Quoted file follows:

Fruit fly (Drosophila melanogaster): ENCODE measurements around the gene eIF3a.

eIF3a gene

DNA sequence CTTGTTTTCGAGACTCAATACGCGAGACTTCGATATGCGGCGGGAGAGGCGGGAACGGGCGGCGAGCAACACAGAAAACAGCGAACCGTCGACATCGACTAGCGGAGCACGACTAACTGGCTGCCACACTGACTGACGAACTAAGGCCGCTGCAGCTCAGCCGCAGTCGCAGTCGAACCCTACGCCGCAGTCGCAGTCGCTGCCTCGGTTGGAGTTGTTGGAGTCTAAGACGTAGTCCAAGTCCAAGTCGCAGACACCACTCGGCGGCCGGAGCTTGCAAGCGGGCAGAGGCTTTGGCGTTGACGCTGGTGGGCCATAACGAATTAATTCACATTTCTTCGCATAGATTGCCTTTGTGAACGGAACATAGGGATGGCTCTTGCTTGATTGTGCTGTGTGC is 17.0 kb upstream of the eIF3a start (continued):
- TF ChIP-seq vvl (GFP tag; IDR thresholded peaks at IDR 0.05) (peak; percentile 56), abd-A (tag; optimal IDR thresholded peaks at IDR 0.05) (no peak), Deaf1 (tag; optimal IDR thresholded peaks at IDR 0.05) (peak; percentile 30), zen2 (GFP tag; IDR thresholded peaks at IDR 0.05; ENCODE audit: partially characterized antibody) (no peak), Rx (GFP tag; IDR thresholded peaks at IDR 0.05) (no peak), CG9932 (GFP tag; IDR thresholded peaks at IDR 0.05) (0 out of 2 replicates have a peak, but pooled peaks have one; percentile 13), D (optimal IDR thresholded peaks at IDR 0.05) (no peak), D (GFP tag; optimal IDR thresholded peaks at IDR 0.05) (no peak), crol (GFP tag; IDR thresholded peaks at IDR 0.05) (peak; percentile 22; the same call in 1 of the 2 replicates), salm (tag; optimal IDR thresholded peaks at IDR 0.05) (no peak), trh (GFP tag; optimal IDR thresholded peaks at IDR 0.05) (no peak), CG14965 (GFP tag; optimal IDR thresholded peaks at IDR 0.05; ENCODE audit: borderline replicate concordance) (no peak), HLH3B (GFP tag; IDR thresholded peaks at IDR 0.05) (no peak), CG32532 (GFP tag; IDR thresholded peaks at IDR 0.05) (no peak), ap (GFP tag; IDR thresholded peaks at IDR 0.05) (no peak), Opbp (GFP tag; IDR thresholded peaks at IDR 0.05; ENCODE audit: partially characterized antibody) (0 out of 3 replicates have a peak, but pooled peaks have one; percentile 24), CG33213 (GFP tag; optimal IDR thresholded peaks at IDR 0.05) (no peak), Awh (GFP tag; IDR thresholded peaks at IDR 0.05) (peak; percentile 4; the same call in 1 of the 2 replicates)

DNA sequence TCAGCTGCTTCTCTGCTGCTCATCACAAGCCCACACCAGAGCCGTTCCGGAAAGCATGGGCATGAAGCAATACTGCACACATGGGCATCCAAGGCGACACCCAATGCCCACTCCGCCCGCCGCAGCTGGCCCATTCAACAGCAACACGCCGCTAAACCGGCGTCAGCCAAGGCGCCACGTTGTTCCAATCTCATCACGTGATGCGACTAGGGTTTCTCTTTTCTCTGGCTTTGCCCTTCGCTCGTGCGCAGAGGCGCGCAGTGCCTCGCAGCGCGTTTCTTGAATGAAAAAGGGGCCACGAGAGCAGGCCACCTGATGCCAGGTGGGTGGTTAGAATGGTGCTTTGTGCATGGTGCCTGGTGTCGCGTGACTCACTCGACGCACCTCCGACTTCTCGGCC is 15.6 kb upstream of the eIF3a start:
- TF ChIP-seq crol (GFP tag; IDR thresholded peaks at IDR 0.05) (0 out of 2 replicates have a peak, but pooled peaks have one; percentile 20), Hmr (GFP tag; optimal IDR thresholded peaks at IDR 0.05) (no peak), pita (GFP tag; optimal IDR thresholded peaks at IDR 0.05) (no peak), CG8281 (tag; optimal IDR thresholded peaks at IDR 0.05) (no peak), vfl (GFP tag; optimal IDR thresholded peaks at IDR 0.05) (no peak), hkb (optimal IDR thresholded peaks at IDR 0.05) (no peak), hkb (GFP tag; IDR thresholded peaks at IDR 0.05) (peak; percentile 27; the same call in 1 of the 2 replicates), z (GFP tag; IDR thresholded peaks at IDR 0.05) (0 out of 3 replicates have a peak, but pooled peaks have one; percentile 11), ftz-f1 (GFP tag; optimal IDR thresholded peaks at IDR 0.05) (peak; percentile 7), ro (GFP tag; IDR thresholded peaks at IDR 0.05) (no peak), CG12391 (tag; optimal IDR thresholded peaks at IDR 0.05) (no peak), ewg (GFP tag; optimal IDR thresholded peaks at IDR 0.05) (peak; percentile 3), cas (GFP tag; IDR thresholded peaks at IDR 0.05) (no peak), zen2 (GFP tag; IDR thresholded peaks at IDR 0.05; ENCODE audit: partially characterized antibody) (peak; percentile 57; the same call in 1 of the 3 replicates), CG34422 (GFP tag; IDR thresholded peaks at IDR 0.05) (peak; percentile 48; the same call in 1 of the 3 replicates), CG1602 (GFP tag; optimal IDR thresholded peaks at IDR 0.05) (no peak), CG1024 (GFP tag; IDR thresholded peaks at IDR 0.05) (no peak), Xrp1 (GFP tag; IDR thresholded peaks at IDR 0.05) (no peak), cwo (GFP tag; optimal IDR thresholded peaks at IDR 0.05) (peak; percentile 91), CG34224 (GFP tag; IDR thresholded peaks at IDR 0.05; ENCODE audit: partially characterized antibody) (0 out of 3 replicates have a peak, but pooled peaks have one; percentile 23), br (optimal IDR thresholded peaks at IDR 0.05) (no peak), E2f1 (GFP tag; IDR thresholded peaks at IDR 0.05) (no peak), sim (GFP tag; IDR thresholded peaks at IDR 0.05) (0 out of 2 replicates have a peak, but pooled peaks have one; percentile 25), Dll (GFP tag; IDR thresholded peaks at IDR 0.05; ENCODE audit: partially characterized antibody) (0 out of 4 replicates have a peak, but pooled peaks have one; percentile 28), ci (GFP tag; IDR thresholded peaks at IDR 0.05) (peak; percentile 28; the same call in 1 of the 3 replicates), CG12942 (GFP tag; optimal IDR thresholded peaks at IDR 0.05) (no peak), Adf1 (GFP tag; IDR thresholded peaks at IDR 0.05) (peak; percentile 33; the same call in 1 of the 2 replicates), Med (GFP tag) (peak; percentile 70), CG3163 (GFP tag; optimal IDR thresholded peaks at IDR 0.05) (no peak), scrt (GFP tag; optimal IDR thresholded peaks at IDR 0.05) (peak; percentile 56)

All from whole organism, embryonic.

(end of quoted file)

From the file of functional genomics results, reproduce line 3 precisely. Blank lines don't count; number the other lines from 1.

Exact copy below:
DNA sequence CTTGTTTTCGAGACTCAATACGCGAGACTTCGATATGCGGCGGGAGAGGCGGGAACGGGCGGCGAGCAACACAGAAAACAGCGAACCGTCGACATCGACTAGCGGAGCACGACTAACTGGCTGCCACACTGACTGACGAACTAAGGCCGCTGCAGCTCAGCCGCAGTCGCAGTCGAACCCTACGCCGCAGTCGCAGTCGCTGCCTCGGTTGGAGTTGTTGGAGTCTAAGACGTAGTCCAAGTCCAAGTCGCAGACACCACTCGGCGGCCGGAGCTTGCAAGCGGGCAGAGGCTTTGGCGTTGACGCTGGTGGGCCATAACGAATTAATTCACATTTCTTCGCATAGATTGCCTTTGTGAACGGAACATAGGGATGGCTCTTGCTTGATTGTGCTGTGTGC is 17.0 kb upstream of the eIF3a start (continued):